Registration: https://docs.google.com/forms/d/163yngv0JvsA-nPnAEkiShgruFmMZTAuLQIrFkiRlW7A/viewform?edit_requested=true

The Lower Mainland Copyright Consortium (CapU, Douglas, JIBC, SFU, and UBC) and the Alberta Copyright Consortium (U of A, U of C, MRU and NAIT) will be co-hosting an online event  on Wednesday, February 23. The program is as follows:

Date: Wednesday, February 23rd
Time:  1300-1400 Eastern (1000-1100 Pacific)
Speaker: Dr. Carys J. Craig, Associate Professor, Osgoode Hall Law School, York University
Presentation: Best Practices for OER in Canada: A Fresh Look at Fair Dealing for Educational Use
Register: Go to the Fair Dealing Week 2022 Event page for more information and to register.

Date: Wednesday, February 23rd
: 1500-1600 Eastern (1200-1300 Pacific)
Speaker: Dr. Meera Nair, Copyright Specialist, Northern Alberta Institute of Technology
Presentation: Fair Dealing’s future – artificial intelligence or willful ignorance?
Register: Go to the Fair Dealing Week 2022 Event page for more information and to register.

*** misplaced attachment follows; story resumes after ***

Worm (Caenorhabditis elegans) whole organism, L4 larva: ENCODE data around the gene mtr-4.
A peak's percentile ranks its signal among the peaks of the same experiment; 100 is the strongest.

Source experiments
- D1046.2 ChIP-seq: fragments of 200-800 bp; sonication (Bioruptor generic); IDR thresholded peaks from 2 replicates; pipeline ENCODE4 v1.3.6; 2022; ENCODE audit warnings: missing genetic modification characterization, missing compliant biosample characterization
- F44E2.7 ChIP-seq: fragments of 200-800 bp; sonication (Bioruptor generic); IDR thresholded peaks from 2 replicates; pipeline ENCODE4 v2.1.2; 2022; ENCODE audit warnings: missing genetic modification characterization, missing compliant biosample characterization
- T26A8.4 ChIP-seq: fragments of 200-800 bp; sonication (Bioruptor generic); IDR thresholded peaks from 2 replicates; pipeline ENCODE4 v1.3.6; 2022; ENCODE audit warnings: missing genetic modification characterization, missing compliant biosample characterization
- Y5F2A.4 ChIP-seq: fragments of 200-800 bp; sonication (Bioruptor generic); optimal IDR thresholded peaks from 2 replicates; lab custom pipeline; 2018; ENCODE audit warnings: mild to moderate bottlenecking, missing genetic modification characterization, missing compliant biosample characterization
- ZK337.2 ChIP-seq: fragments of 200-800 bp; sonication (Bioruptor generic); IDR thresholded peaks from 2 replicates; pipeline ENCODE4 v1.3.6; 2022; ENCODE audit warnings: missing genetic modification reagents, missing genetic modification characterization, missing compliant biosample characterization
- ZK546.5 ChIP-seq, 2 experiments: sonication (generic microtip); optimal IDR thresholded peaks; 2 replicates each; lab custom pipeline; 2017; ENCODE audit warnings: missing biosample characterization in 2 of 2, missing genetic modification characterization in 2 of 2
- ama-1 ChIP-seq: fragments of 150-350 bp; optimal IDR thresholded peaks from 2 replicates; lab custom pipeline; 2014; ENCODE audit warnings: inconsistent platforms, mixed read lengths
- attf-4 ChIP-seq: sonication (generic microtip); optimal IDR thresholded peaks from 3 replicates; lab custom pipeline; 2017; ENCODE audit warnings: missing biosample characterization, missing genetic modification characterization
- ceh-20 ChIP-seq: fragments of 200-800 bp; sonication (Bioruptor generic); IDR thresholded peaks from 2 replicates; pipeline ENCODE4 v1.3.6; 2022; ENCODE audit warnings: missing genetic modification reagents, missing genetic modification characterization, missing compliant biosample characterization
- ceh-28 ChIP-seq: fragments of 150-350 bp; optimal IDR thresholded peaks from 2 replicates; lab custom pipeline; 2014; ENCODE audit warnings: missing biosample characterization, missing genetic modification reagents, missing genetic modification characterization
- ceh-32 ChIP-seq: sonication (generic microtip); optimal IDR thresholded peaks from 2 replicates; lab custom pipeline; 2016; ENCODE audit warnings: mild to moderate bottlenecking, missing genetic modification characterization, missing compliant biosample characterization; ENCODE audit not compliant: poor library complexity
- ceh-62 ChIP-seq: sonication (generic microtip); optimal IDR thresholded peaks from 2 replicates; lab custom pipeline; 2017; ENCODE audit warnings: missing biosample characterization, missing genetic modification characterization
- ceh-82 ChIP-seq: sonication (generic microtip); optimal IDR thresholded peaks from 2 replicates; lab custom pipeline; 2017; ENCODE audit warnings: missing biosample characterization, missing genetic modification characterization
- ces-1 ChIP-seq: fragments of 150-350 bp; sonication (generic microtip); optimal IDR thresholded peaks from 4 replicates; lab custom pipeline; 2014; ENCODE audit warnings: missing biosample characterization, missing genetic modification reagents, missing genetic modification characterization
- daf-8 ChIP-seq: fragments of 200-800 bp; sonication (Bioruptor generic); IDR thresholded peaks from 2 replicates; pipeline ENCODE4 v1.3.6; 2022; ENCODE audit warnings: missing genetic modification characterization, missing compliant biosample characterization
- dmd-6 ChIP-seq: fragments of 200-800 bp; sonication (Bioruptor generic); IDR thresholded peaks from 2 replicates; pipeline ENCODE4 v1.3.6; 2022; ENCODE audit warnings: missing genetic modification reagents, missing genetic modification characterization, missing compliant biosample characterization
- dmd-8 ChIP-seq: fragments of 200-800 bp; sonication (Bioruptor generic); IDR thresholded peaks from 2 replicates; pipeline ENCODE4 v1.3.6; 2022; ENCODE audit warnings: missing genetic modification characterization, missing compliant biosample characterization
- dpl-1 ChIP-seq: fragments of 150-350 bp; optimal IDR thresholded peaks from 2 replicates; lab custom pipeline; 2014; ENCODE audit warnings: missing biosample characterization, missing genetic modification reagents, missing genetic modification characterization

eTextbooks for UVic Students – 2021-2022

December 23, 2021

In order to support student success and equitable access to information, UVic Libraries has started a website to showcase and inform students about zero-cost textbook options. The site identifies titles assigned as textbooks and course materials which are available as eBooks in the library collection. It lists the title of the book, the course(s) and section(s) and last name of instructor. The project started by looking at the titles listed in the Bookstore’s textbook catalogue and noticed that the library had many of the titles in our collections.  In the next phase, we plan to add the e-titles added to the Reserves course lists. As of December 22, 2021, there were 380 titles listed!